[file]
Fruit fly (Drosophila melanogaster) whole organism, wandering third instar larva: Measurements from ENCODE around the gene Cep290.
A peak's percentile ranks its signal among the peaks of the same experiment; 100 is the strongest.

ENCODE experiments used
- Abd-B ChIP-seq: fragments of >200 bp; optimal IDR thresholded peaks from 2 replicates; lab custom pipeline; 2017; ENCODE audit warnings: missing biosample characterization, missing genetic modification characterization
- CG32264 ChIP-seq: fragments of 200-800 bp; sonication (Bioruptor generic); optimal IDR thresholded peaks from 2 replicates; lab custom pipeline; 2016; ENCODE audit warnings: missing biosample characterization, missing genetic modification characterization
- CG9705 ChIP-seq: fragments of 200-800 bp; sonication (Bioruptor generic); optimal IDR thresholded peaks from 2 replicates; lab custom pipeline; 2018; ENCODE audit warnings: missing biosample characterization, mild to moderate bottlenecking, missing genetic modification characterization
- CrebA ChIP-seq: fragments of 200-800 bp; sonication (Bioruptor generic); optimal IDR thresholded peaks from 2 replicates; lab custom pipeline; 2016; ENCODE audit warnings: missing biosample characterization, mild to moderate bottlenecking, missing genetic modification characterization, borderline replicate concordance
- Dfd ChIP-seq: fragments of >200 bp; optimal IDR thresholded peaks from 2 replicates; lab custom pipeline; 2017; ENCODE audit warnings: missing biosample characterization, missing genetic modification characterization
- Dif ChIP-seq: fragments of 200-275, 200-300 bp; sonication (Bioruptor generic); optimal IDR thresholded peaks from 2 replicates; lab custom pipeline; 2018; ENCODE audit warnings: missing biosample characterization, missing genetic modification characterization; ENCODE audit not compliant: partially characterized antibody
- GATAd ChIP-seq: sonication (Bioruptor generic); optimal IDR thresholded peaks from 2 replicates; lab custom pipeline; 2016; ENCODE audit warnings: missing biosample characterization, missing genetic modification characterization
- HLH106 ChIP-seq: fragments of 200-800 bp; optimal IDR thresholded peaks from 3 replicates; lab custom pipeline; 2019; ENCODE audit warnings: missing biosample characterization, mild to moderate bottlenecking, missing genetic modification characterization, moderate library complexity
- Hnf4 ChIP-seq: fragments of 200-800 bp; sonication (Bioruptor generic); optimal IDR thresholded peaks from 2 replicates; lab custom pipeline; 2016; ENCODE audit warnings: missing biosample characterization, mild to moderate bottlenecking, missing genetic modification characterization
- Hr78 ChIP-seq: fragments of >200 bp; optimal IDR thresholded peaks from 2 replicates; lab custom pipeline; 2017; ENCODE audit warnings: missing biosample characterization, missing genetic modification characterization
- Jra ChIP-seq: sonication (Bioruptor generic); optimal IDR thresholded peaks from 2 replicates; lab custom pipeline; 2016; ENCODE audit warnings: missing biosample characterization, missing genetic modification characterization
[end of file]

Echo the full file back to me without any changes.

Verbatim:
Fruit fly (Drosophila melanogaster) whole organism, wandering third instar larva: Measurements from ENCODE around the gene Cep290.
A peak's percentile ranks its signal among the peaks of the same experiment; 100 is the strongest.

ENCODE experiments used
- Abd-B ChIP-seq: fragments of >200 bp; optimal IDR thresholded peaks from 2 replicates; lab custom pipeline; 2017; ENCODE audit warnings: missing biosample characterization, missing genetic modification characterization
- CG32264 ChIP-seq: fragments of 200-800 bp; sonication (Bioruptor generic); optimal IDR thresholded peaks from 2 replicates; lab custom pipeline; 2016; ENCODE audit warnings: missing biosample characterization, missing genetic modification characterization
- CG9705 ChIP-seq: fragments of 200-800 bp; sonication (Bioruptor generic); optimal IDR thresholded peaks from 2 replicates; lab custom pipeline; 2018; ENCODE audit warnings: missing biosample characterization, mild to moderate bottlenecking, missing genetic modification characterization
- CrebA ChIP-seq: fragments of 200-800 bp; sonication (Bioruptor generic); optimal IDR thresholded peaks from 2 replicates; lab custom pipeline; 2016; ENCODE audit warnings: missing biosample characterization, mild to moderate bottlenecking, missing genetic modification characterization, borderline replicate concordance
- Dfd ChIP-seq: fragments of >200 bp; optimal IDR thresholded peaks from 2 replicates; lab custom pipeline; 2017; ENCODE audit warnings: missing biosample characterization, missing genetic modification characterization
- Dif ChIP-seq: fragments of 200-275, 200-300 bp; sonication (Bioruptor generic); optimal IDR thresholded peaks from 2 replicates; lab custom pipeline; 2018; ENCODE audit warnings: missing biosample characterization, missing genetic modification characterization; ENCODE audit not compliant: partially characterized antibody
- GATAd ChIP-seq: sonication (Bioruptor generic); optimal IDR thresholded peaks from 2 replicates; lab custom pipeline; 2016; ENCODE audit warnings: missing biosample characterization, missing genetic modification characterization
- HLH106 ChIP-seq: fragments of 200-800 bp; optimal IDR thresholded peaks from 3 replicates; lab custom pipeline; 2019; ENCODE audit warnings: missing biosample characterization, mild to moderate bottlenecking, missing genetic modification characterization, moderate library complexity
- Hnf4 ChIP-seq: fragments of 200-800 bp; sonication (Bioruptor generic); optimal IDR thresholded peaks from 2 replicates; lab custom pipeline; 2016; ENCODE audit warnings: missing biosample characterization, mild to moderate bottlenecking, missing genetic modification characterization
- Hr78 ChIP-seq: fragments of >200 bp; optimal IDR thresholded peaks from 2 replicates; lab custom pipeline; 2017; ENCODE audit warnings: missing biosample characterization, missing genetic modification characterization
- Jra ChIP-seq: sonication (Bioruptor generic); optimal IDR thresholded peaks from 2 replicates; lab custom pipeline; 2016; ENCODE audit warnings: missing biosample characterization, missing genetic modification characterization